Skip to main content

THE small STUFF

My life is filled with a lot of things that are small. I DO a lot of small stuff like bake muffins, clean the bathroom, iron shirts, put up shelves, take care of banking, read my Bible, pray for people, write emails, make the bed, pet the cats, take pictures, and study French. I AM relatively small. No matter how much protein powder I ingest or how many push-ups I do, I will never be a large person. Most of my clothes have a label that says “S”, I can fit through an 8 inch gap without any trouble, and most 13-year-olds can wrestle me to the ground in short order. I am FASCINATED by small things: an ant, a pebble, a penny, a leaf, a puddle, a word. Sometimes I wish I lived on a grander scale; that I oversaw the design of sunsets, or planned world summits where enemies had to be roommates and make meals together and learn how to get along, or I discovered how to instantly transport matter from one location to another. That would be cool! But let me tell you a small story…

There was a girl who lived on a small farm in a small province in an insignificant country. Every day she got out of her small bed, put on a small dress, and walked to the small one-room school. One day, on her way to school, she saw a flash of fur in the high grass beside the road and turned to see a small cat running past. She crouched down and remained perfectly still, then called softly. The cat stopped its flight and looked at her, eyes wide with wildness. The small girl and the cat stayed motionless for a few minutes, then the cat turned and left.


The next day on the way to school, she saw the cat running by again. She crouched down and held out her hand. The cat stopped and remained in one spot, sniffing the air in front of it, but would not take a step towards her. The next day the girl brought a piece of cheese. When she saw the cat in the distance, she laid the cheese in the grass in front of her, then stepped back, but the cat would not approach with her in sight, so she walked away. For the next few months, the girl stopped at the same spot of grass every day and laid down a morsel of food for the cat. Gradually, the cat came closer and eventually started to eat the cheese right out of the girl’s hand. Over the school year, the cat began to accompany the girl on longer and longer segments of her walk, but remained in the long grass. Then one day, the cat came out of the grass and joined the girl on the path and walked beside her, and several weeks later, let the girl run her fingers through the fur on its back as they walked together.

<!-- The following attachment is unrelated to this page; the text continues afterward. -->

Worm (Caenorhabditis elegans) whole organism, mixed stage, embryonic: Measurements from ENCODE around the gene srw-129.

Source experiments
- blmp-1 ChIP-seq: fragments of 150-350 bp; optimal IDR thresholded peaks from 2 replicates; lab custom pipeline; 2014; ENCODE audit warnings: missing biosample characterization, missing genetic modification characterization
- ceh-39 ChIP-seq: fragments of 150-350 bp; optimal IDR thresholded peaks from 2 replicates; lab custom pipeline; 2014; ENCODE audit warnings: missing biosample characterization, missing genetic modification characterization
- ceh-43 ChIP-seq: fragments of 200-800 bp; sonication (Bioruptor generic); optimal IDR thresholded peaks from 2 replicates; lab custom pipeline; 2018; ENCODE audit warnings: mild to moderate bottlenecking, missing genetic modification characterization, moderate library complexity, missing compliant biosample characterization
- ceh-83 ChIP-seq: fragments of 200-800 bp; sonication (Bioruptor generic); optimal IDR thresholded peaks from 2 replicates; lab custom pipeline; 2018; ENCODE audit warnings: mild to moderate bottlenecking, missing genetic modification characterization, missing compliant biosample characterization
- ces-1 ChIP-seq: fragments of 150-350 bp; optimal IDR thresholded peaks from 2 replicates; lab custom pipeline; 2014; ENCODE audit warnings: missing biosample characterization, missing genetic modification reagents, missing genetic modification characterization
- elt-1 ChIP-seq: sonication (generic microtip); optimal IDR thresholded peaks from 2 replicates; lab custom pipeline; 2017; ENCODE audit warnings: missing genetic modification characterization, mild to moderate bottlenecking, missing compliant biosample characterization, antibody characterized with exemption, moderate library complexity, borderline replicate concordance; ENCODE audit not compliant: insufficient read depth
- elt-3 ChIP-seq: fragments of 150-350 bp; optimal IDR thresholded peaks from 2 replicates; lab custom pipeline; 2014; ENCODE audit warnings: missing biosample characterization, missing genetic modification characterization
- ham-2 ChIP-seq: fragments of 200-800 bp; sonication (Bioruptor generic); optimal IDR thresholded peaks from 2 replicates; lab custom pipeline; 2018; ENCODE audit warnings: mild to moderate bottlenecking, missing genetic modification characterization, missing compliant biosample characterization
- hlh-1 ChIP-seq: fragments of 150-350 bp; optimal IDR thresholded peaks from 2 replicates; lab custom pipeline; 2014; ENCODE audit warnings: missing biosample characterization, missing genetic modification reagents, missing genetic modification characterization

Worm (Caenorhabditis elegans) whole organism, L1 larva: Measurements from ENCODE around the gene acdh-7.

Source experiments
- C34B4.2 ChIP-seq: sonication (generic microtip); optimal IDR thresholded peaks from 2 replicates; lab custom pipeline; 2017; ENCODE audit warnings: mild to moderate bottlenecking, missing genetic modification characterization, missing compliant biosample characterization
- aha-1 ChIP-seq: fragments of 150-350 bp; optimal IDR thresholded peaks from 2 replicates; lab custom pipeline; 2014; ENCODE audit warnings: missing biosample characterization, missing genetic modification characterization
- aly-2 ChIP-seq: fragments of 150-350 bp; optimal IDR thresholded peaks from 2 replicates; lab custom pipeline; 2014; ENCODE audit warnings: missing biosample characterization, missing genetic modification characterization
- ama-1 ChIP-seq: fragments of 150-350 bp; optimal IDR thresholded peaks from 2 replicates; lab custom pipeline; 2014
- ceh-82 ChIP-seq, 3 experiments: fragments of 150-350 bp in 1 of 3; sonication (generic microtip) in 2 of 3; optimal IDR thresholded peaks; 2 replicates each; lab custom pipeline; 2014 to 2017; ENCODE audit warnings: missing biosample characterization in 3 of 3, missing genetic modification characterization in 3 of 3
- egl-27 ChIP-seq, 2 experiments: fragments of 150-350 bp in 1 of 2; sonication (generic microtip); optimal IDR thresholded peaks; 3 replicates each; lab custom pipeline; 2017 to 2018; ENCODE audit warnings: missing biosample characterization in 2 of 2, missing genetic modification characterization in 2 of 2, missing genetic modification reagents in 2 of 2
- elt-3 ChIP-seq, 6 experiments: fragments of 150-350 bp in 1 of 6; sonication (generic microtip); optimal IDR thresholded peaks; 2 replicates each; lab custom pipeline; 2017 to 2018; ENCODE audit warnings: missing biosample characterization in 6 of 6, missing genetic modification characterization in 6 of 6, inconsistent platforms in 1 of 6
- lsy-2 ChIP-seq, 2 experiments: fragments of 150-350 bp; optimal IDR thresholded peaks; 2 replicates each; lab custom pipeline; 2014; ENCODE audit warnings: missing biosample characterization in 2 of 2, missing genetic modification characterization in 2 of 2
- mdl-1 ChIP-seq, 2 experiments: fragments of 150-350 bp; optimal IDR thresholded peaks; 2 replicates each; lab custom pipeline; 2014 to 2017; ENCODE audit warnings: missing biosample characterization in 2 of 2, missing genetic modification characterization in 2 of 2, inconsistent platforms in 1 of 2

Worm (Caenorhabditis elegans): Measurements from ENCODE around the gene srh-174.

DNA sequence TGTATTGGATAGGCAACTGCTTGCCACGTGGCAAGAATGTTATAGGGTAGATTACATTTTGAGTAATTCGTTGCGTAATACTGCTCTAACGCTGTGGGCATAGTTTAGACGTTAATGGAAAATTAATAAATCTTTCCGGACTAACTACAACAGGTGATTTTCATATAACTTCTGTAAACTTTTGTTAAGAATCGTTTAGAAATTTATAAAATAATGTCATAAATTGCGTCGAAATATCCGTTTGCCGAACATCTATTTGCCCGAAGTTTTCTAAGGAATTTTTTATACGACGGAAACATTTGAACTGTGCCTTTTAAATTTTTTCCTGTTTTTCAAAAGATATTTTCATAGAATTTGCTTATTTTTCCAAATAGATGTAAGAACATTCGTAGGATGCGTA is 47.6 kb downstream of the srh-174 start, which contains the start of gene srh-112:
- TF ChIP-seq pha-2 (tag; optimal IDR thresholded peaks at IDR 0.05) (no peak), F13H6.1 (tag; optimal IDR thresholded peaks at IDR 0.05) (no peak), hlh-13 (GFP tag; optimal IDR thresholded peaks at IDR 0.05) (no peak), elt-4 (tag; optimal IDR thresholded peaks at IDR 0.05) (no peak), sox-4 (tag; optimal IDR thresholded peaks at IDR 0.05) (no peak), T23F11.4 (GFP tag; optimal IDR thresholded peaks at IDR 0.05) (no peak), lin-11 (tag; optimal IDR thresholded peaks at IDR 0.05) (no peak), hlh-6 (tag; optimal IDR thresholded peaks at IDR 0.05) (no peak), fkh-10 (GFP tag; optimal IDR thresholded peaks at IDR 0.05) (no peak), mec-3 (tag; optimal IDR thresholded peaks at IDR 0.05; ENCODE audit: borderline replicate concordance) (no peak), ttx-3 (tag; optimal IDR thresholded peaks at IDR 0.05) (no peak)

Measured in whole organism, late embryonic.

Nearly a year after the girl first saw the cat, the teacher invited several students to bring something for a special show and tell the next day when an important guest would be present. The little girl volunteered. The next morning, the teacher and the students were all astounded when the little girl walked into the classroom with her arm draped around the neck of a young male lion. But not as astonished as the little girl was when the special guest of honour, the commander of the whole country’s army, pinned a shiny medal on her small dress and told her she was braver and had more authority than most of the people under his command.